Plaintiff construes this as a promise by defendant to pay plaintiff at the rate of $100 a week. We do not. It might be construed as a promise by Brainard to pay plaintiff $100 a week, on which perhaps plaintiff could maintain an action against the personal representative of his father who is now deceased. The parties did not intend that plaintiff should be engaged by defendant either as an employee or as an independent contractor, or that defendant should pay plaintiff anything; they intended that defendant should pay Brainard Avery, in addition to the value of his services and the amount of his other out of pocket expenses, $100 a week to reimburse Brainard for the amount he paid or was supposed to pay plaintiff for such work on defendant's matters as his father might direct him to do. That is the meaning of the contract as we understand it.

The elder Avery, if his income dwindled, might default in paying the weekly sums of $100 to the plaintiff, unless the defendant, on her part, paid equal amounts as agreed to Brainard Avery, and in this sense we may say that plaintiff was a beneficiary of the contract. But he was only an "incidental beneficiary" without a right of action on the contract against defendant. A third party cannot maintain action on a contract where performance is due directly to the promisee and not to the third party. Rest. -- Contr. , § 174; Will. -- Contr. , § 402. If defendant breached the contract, Brainard Avery, the promisee, could recover but not his son. Furthermore, there is no evidence of any breach by defendant; she agreed to pay Brainard and is not shown to have defaulted.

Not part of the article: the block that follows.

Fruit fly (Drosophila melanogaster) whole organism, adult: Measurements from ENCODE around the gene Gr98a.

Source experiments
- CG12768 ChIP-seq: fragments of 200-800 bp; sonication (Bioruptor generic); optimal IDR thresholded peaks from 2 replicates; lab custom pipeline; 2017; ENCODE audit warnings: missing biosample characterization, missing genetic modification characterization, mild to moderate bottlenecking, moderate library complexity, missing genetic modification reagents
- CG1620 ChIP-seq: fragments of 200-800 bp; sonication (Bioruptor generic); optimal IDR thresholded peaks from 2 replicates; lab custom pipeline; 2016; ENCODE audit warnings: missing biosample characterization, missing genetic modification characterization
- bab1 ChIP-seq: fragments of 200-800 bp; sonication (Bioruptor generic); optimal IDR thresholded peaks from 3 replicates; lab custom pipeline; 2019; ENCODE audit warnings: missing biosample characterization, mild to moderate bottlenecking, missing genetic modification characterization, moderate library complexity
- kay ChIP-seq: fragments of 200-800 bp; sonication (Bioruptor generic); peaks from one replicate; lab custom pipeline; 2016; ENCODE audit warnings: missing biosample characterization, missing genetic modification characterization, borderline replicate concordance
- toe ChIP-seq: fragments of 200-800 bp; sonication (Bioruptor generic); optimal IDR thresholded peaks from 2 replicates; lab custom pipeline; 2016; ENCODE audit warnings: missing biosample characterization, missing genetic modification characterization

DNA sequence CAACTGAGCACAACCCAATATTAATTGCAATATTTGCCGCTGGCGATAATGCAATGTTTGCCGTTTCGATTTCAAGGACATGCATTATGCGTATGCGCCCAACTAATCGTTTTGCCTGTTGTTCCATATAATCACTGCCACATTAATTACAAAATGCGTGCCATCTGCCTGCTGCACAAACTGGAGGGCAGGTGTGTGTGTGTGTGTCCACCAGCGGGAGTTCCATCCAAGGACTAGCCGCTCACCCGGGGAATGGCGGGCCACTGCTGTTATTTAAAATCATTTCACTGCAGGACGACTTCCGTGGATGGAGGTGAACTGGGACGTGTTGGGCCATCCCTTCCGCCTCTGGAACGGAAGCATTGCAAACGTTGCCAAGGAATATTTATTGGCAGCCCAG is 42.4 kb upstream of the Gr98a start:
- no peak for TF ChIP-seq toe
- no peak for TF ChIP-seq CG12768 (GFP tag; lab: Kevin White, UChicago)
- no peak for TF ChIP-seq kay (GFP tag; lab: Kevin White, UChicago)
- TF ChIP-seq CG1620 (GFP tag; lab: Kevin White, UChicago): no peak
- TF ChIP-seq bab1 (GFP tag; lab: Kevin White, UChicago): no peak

The contract was made in New York and contemplated performance in that state. Substantive rights springing from the contract are measured by New York law. Hinkly v. Freick , 86 N.J.L. 281 (E. & A. 1914). The question whether a third party can sue on the contract is one of substantive right -- Has he a cause of action -- and not one of procedure -- How shall he enforce his cause? Our opinion

that the plaintiff has no cause of action on the contract seems to be supported by the New York cases to which counsel refer us. The more important of these are Lawrence v. Fox , 20 N.Y. 268 (1859); Seaver v. Ransom , 120 N.E. 639, 2 A.L.R. 1187 (1918); McClare v. Mass. Bonding, etc., Co., (N.Y.) , 195 N.E. 15 (1935); Filardo v. Foley Bros. (N.Y.) , 78 N.E. 2d 480 (1948); Morgan v. Ebco Mach. Corp. , 267 N.Y.S. 369 (App. Div. 1933).

In his second count, plaintiff alleges that at the special instance and request of defendant, he performed legal services for her of the value of $20,000. These are the same services already referred to. A few additional facts should be noted. Plaintiff was paid by Avery & Whiting on account of his services $500 on September 4 and $100 on December 9, 1935. He was never paid anything by defendant. In January, 1936, he rendered to her a bill for $3,450. Thereafter he continued working on defendant's matters until December, 1936. The following July, he gave Alex Sielcken an informal computation of the total amount due him, $7,350. Defendant leans heavily on the rule that the existence of an express contract excludes an implied contract. Voorhees v. Woodhull , 33 N.J.L. 494 (E. & A. 1869); Pericin v. Denburg's Modern Bakery , 130 N.J.L. 547 (E. & A. 1943). That rule has full effect only when the parties to ...